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On first glance you would think that art and science are diametrically opposed. Science commonly associated with logic and introverts, art driven by emotional expression and favored by extroverts − Gallery 1832 challenges these stereotypes, highlighting how artists’ and scientists’ similarities far outweigh their differences. Housed in a historic building, in the heart of the Kendall Square biotech innovation hub, LabCentral is a first-of-its-kind shared laboratory space designed as a “ground zero” for launch of high-potential life-sciences and biotech startups.

Built in 1832, this unassuming brick building has a long history of science and innovation. For example: the modern version of the workaday tool, the pipe (monkey) wrench, was conceived in the facility and patented in 1869; Thomas A. Watson received the first reciprocal call between two distant points from the what was then the Walworth Manufacturing Co. Machine Shop, from Alexander Graham Bell at the same company’s corporate offices in Boston; 700 Main Street was also home to the Edwin Land and Polaroid laboratories and the Davenport Car Works. We created and named Gallery 1832 as a tribute to this colorful history.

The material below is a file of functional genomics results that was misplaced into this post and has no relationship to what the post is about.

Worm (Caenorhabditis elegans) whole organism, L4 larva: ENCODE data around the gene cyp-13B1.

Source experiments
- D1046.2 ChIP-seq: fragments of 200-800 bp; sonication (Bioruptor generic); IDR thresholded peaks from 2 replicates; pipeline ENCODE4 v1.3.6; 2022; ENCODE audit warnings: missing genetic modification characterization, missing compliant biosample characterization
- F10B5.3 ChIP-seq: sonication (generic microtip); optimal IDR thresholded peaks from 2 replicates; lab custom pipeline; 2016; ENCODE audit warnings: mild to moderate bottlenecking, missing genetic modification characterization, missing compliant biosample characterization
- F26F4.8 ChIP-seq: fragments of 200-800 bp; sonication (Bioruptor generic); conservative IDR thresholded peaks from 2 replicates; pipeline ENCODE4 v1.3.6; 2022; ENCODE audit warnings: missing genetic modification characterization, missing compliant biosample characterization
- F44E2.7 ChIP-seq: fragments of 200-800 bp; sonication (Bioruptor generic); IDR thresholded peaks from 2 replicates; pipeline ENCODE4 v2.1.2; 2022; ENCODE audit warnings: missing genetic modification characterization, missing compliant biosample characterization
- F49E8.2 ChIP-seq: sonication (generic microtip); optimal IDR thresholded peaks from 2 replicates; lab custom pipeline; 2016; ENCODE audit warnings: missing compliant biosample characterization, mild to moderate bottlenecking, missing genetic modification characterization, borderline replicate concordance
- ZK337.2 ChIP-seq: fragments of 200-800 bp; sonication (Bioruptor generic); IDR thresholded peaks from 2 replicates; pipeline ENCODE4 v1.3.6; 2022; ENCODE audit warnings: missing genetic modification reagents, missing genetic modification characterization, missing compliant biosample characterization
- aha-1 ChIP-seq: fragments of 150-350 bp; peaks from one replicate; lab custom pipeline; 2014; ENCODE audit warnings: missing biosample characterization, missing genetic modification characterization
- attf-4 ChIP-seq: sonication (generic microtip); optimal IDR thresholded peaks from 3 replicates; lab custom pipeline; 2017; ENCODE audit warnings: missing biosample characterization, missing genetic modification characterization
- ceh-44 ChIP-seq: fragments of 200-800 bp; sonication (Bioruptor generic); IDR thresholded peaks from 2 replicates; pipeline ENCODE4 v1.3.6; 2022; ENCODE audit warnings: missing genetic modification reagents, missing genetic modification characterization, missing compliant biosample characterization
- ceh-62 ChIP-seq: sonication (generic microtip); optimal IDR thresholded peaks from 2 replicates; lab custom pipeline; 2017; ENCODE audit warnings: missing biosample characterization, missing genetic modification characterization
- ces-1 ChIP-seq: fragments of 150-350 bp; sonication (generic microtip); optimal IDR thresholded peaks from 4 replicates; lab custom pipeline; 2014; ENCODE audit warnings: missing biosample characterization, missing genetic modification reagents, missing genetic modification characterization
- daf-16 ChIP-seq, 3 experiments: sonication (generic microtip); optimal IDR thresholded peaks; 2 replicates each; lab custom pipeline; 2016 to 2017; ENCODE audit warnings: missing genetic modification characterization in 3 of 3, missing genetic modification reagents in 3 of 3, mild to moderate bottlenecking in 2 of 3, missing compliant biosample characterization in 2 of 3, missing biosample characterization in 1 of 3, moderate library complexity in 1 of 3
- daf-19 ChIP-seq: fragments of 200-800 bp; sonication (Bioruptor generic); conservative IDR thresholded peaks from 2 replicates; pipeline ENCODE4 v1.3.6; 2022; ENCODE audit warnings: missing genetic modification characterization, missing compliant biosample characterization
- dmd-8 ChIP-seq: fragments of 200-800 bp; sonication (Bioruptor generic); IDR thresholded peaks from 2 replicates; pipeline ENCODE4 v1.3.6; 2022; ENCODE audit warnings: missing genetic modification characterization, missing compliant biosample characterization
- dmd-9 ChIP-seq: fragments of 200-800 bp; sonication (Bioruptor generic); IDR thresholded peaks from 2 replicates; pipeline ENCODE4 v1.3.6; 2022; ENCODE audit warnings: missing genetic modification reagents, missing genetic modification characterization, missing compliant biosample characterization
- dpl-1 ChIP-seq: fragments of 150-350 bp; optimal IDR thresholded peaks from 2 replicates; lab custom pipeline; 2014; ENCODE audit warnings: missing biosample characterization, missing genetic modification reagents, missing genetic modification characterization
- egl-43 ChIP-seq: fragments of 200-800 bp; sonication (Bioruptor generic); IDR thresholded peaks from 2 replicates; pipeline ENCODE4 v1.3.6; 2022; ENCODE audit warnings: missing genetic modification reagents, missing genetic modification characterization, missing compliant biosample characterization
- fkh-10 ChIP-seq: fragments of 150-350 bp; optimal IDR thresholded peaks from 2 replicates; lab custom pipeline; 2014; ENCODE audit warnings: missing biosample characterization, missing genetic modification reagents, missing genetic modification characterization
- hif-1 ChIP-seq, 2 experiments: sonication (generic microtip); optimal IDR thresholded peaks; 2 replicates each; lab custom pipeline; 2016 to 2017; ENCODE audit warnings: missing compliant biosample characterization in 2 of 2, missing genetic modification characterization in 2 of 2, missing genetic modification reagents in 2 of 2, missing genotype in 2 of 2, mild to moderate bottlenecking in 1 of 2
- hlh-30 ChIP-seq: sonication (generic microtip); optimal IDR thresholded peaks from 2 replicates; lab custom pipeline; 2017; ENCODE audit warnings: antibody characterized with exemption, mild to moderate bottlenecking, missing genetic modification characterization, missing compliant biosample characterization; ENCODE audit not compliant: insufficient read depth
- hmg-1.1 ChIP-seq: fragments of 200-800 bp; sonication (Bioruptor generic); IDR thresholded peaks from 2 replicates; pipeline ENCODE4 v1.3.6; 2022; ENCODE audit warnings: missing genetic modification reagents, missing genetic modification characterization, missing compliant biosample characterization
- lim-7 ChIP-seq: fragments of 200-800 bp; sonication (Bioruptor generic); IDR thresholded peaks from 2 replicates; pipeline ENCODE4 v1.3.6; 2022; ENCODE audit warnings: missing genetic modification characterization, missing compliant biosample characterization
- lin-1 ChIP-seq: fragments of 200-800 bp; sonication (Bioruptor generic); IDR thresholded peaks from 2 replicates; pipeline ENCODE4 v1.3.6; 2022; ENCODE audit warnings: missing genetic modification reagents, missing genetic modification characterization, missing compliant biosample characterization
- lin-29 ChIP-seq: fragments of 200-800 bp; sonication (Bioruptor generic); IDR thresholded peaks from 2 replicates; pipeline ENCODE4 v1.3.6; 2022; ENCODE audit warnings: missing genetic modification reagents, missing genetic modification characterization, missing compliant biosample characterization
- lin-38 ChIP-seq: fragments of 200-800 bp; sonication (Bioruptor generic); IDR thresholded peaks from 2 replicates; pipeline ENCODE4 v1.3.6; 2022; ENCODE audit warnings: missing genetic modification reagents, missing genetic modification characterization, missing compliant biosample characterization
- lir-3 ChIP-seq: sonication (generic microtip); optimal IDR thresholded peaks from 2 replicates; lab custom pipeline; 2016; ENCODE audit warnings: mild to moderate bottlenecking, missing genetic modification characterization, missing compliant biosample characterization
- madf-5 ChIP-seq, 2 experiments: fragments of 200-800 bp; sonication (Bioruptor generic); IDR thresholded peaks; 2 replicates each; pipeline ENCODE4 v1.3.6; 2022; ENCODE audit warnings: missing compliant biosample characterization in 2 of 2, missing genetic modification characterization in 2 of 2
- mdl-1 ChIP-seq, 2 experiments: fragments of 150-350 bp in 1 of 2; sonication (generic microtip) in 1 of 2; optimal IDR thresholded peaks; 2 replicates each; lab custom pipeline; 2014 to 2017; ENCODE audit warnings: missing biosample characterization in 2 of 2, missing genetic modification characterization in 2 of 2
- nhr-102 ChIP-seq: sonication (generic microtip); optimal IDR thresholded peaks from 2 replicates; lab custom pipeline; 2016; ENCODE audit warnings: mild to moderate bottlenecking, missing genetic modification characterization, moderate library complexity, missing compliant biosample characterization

The facility boasts two gallery halls on-site (70 square-foot and 87 square-foot respectively) with a third small gallery space next door at LabCentral 610, all nestled within a labyrinth of whitewashed laboratory space. We host a carefully curated rotation of local artists every three months. 

Art & Science

Art and science have some notable parallels. Both made up of critical thinkers with personalities fired by curiosity, and a thirst to understand society, to create dialogue and make change to bring it forward.

Taking this into consideration, Gallery 1832 provides residents and visitors with new avenues to find inspiration in the space around them. We believe this constantly changing environment and exposure to new perspectives is beneficial to the mind. In this spirit, the gallery space is an important part of keeping life fresh for researchers and entrepreneurs. The goal is to offer provocative and beautiful work to provide residents and visitors new avenues to find inspiration in the space around them and perhaps help them expand out of their comfort zones to find new, creative approaches to problem solving. In addition, an overall dynamic environment with continuously rotating exhibits keeps the imagination network and pattern reconciliation process constantly engaged.

"Art serves as a great partner in the communication of scientific research as well as in the navigation of the scientific unknown" --- John Maeda (Scientific American)